A new way for Fortune 500 companies to buy wind power
Good news blew in from Michigan late last week: General Motors and Switch signed up as the first customers to buy wind power through Consumers Energy’s new green tariff. The new Cross Winds Energy Park II in Tuscola County will supply enough wind energy to match demand at both General Motor’s Flint Metal Center and Flint Engine Operations, as well as at Switch’s 1.8 million-square-foot data center campus in Grand Rapids.
Dane Parker, General Motors Vice President of Sustainable Workplaces, said that the green tariff will help “General Motors meet its commitment to source 100 percent renewable energy at all global operations by 2050, while reducing emissions in our Michigan communities…”
A small but growing number of utilities, including Consumers Energy, are beginning to offer green tariffs. These are utility-created programs that allow eligible customers to buy bundled energy and renewable energy credits (REC) from specific renewable energy projects. Green tariffs can be designed in many different ways, such as a subscriber program, a sleeved power purchase agreement (PPA), or a market-based rate. The end goal is the same: create opportunity for large customers to buy renewable energy, especially in regulated markets where it can be difficult to directly procure renewable energy.
Well-designed green tariffs are a welcome opportunity for corporate customers who are setting ambitious targets to buy renewable energy. General Motors, in particular, shared in its blueprint “Accelerating and Scaling Corporate Renewable Energy” that it views green tariffs “as a significant part” of its renewable energy procurement strategy moving forward.
Historically, these customers have chosen to sign physical or virtual PPAs with wind projects outside of their local utility. However, as we’ve seen in recent announcements from Nike, AT&T, and Nestle, companies want to buy wind energy, and the Corporate Renewable Energy Buyers’ Principles shows they want to procure it from their local grid, when they can. Renewable energy is so attractive to Fortune 500 companies because it’s now the cheapest source of new electric generating capacity in many parts of the country, and its fixed cost helps businesses plan for the long term. After all, the fuel cost of the wind and sun never changes.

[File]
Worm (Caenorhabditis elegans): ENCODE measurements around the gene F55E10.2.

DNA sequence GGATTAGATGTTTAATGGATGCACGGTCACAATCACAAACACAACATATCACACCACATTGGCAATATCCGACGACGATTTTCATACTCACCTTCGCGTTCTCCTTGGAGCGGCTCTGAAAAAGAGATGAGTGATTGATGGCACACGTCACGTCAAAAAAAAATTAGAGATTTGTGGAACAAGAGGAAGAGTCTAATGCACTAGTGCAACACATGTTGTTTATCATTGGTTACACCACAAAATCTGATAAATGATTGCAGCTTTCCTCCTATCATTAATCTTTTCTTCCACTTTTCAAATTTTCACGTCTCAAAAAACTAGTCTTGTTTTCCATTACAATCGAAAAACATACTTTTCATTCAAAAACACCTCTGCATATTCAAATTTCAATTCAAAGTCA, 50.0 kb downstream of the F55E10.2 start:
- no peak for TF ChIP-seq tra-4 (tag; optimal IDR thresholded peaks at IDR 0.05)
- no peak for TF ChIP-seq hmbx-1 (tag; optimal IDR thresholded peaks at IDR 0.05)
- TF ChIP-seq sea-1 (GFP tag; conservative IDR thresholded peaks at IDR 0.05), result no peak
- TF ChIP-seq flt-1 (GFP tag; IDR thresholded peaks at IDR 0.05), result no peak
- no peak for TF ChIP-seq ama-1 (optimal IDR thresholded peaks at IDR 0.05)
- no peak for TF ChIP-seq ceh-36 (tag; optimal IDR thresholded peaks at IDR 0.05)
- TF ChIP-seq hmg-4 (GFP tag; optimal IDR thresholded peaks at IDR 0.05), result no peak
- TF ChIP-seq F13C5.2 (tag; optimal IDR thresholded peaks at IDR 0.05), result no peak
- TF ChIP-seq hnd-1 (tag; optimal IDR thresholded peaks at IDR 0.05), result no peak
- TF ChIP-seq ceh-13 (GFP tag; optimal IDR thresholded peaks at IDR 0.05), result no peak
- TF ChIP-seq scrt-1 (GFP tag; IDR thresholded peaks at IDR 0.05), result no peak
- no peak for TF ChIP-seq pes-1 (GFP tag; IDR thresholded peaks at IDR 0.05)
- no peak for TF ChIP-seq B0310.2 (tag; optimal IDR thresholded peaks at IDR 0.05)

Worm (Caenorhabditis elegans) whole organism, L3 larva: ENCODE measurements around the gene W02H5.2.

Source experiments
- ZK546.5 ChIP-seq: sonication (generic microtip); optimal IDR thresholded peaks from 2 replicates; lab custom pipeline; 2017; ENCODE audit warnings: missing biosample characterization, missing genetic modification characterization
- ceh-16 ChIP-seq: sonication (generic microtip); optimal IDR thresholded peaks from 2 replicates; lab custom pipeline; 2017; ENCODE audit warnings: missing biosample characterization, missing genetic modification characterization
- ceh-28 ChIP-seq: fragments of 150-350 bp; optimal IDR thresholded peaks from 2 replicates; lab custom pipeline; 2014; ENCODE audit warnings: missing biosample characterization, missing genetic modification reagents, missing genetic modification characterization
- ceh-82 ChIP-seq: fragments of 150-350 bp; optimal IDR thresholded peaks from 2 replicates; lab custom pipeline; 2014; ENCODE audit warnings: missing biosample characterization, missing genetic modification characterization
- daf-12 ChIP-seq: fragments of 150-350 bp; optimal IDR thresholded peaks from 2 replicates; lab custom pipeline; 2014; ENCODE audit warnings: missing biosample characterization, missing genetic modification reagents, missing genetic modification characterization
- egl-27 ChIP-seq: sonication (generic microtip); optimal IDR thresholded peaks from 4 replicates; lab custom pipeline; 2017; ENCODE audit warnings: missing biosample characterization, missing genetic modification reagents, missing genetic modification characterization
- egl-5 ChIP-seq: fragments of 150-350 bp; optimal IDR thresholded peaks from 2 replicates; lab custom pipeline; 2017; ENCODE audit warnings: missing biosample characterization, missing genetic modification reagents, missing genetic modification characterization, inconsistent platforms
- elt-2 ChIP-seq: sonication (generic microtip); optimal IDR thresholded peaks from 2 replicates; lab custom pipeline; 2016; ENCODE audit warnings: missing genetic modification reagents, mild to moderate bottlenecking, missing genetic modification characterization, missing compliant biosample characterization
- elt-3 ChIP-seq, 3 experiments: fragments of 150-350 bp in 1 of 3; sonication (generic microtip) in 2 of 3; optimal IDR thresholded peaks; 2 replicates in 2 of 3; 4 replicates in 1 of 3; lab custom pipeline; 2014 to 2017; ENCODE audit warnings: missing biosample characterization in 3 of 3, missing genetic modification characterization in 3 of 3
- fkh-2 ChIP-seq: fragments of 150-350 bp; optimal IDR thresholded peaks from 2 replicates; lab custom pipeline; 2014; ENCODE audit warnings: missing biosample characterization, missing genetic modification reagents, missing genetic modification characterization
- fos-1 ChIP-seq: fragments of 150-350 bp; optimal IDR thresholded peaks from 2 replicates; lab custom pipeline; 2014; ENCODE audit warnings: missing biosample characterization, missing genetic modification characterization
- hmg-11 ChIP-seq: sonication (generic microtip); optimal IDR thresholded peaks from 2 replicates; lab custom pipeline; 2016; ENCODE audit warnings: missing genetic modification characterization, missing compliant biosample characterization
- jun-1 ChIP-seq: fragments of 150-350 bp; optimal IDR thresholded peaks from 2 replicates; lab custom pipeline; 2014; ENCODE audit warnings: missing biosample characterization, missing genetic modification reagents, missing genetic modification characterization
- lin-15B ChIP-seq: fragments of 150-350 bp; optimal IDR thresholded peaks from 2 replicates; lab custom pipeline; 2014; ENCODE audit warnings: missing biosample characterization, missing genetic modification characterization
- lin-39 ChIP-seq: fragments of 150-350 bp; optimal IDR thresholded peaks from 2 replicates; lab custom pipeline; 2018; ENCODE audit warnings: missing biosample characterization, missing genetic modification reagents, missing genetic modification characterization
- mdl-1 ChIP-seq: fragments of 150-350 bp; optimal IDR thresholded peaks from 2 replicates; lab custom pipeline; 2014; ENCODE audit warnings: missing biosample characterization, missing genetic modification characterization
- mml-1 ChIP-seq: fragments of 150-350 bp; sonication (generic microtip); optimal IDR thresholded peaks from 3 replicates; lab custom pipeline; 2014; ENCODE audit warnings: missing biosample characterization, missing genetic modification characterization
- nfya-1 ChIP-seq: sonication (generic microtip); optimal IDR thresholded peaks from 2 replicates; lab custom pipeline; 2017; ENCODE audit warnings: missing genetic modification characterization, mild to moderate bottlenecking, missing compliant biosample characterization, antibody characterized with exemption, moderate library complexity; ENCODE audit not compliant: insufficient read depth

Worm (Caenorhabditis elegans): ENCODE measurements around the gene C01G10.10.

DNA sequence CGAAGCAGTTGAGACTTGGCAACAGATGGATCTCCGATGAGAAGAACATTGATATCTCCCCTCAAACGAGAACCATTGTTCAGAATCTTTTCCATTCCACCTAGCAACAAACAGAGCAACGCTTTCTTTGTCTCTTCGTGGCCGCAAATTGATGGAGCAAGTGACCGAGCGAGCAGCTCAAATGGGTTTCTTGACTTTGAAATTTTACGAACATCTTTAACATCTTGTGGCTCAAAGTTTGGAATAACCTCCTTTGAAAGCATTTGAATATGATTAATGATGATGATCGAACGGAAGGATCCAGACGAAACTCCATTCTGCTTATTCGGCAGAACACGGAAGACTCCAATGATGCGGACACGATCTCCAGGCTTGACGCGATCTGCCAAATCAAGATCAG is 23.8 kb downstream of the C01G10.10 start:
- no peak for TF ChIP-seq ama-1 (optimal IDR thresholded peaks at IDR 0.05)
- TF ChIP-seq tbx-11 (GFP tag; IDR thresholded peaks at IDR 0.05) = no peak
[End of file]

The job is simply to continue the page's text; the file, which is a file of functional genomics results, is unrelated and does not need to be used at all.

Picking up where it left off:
Consumers Energy’s Large Customer Renewable Energy tariff allows large non-residential customers, or those with at least 1 megawatt (MW) of annual maximum demand, to buy wind power directly from Consumers Energy-owned wind projects. Consumer’s tariff is currently a pilot program, with General Motors and Switch fully subscribing the level of renewable energy authorized for the pilot.
As of last September, 17 green tariffs in 13 states have been proposed or approved. Thursday’s announcement was the fourth where a green tariff translated to wind energy procurement. The first came in 2016, when Facebook announced wind and solar would power 100 percent of the Los Lunas data center in New Mexico, thanks to Public Service Company of New Mexico’s Green Energy Rider. Last year, Facebook worked with Omaha Public Power District (OPPD) to design Rate261M, a green tariff that ultimately allowed Facebook to sign a 200 MW PPA with the Rattlesnake Creek wind farm, and Puget Sound Energy’s Green Direct program will be supplied by the planned Skookumchuck wind farm in Washington.
Interested in learning more about the Fortune 500 companies and other non-utility customers investing in wind? Dive into our new interactive map, which shows all publicly announced wind deals with non-utility customers at least 20 MW in size.